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Open Access Research article

Genetic variants in FGFR2 and FGFR4 genes and skin cancer risk in the Nurses' Health Study

Hongmei Nan12*, Abrar A Qureshi23, David J Hunter12 and Jiali Han12

Author Affiliations

1 Program in Molecular and Genetic Epidemiology, Department of Epidemiology, Harvard School of Public Health, Boston, MA 02115, USA

2 Channing Laboratory, Department of Medicine, Brigham and Women's Hospital and Harvard Medical School, Boston, MA 02115, USA

3 Department of Dermatology, Brigham and Women's Hospital and Harvard Medical School, Boston, MA 02115, USA

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BMC Cancer 2009, 9:172  doi:10.1186/1471-2407-9-172

Published: 6 June 2009

Abstract

Background

The human fibroblast growth factor (FGF) and its receptor (FGFR) play an important role in tumorigenesis. Deregulation of the FGFR2 gene has been identified in a number of cancer sites. Overexpression of the FGFR4 protein has been linked to cutaneous melanoma progression. Previous studies reported associations between genetic variants in the FGFR2 and FGFR4 genes and development of various cancers.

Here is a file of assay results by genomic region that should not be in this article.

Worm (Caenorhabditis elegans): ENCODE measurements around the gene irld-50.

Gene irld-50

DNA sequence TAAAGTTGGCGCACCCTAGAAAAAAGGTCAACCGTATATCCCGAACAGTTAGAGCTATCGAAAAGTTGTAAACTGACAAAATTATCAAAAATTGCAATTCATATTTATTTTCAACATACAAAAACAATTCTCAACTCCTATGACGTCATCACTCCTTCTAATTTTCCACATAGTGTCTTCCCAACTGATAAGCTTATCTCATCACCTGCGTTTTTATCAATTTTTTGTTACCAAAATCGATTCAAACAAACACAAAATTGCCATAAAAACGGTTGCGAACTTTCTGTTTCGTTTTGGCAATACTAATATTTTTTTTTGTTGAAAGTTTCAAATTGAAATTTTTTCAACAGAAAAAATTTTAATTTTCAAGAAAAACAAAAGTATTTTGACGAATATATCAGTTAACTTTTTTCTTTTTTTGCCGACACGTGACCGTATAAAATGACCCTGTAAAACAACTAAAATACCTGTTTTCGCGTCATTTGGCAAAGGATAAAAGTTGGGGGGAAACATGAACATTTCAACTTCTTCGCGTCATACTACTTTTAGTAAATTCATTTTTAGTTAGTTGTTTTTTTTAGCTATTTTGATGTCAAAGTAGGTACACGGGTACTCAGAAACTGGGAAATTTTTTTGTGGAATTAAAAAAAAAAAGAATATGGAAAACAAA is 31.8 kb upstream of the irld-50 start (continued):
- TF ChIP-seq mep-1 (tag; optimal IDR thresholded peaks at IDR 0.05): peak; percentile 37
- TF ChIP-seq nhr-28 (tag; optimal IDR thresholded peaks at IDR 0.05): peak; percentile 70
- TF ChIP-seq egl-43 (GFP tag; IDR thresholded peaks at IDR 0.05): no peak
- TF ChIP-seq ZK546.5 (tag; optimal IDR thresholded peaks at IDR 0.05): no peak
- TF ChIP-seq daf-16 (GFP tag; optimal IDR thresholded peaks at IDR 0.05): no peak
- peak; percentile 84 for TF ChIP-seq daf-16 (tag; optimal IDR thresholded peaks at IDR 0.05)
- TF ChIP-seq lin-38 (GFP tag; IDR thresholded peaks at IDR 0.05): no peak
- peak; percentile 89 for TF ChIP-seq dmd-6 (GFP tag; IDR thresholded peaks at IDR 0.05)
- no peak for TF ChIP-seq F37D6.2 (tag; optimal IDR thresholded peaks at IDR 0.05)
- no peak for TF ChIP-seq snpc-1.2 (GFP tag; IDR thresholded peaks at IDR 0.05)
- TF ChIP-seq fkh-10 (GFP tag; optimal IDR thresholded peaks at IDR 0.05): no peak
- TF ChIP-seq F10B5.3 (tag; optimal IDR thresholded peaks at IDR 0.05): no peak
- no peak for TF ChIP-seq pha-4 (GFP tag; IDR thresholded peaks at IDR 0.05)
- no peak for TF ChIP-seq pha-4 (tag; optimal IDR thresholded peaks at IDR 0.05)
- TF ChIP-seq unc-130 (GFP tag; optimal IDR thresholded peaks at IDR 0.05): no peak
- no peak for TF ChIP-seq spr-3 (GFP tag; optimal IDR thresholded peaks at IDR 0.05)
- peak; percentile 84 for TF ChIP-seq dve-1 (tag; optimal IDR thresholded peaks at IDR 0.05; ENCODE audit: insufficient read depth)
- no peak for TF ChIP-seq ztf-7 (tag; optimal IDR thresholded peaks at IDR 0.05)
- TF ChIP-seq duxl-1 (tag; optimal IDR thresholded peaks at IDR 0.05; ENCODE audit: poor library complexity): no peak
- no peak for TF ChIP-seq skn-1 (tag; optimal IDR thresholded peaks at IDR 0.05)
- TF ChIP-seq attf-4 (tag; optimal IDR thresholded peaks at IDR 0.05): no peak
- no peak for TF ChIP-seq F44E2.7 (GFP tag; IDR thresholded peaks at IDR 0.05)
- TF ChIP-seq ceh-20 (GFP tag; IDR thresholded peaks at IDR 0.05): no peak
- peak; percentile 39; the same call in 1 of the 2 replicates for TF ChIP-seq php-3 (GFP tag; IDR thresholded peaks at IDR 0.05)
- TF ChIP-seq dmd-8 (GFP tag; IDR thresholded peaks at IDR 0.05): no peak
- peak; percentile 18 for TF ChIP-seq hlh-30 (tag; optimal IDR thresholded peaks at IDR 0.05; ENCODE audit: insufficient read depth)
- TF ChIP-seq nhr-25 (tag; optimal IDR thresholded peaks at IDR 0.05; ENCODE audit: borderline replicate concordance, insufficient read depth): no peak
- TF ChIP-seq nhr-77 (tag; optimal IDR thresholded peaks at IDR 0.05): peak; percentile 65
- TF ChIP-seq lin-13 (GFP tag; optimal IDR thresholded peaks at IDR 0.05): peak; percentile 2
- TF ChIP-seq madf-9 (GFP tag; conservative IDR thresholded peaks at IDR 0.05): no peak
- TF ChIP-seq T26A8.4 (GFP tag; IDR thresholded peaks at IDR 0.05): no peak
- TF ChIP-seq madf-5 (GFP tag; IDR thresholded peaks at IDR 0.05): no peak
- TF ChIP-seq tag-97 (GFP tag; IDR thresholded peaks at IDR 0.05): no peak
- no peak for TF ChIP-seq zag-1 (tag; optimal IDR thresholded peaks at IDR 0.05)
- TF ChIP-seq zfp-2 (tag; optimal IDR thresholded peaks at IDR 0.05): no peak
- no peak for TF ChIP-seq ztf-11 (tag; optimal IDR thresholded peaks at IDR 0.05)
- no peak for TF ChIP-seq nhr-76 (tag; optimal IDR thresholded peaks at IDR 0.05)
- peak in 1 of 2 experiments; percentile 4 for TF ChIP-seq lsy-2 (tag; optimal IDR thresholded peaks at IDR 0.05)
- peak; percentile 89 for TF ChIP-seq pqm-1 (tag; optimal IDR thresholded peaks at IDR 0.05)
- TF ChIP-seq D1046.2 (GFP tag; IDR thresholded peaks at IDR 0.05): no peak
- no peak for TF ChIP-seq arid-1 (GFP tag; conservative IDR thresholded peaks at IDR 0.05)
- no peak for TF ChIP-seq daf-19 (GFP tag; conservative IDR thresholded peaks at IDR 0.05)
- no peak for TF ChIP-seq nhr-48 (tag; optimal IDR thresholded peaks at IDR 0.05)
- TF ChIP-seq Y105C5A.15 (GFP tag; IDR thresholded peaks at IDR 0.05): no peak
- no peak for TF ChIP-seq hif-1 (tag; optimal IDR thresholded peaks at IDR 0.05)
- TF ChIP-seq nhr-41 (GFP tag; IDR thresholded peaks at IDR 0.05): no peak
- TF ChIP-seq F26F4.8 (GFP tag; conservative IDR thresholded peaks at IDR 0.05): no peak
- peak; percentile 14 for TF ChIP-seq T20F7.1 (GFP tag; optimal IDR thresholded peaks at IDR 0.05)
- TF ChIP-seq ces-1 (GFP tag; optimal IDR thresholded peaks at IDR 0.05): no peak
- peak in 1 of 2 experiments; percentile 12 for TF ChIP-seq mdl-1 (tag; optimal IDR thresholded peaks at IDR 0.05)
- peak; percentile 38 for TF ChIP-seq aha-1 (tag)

Methods

We evaluated the associations of four genetic variants in the FGFR2 gene highly related to breast cancer risk and the three common tag-SNPs in the FGFR4 gene with skin cancer risk in a nested case-control study of Caucasians within the Nurses' Health Study (NHS) among 218 melanoma cases, 285 squamous cell carcinoma (SCC) cases, 300 basal cell carcinoma (BCC) cases, and 870 controls.

Results

We found no evidence for associations between these seven genetic variants and the risks of melanoma and nonmelanocytic skin cancer.

Conclusion

Given the power of this study, we did not detect any contribution of genetic variants in the FGFR2 or FGFR4 genes to inherited predisposition to skin cancer among Caucasian women.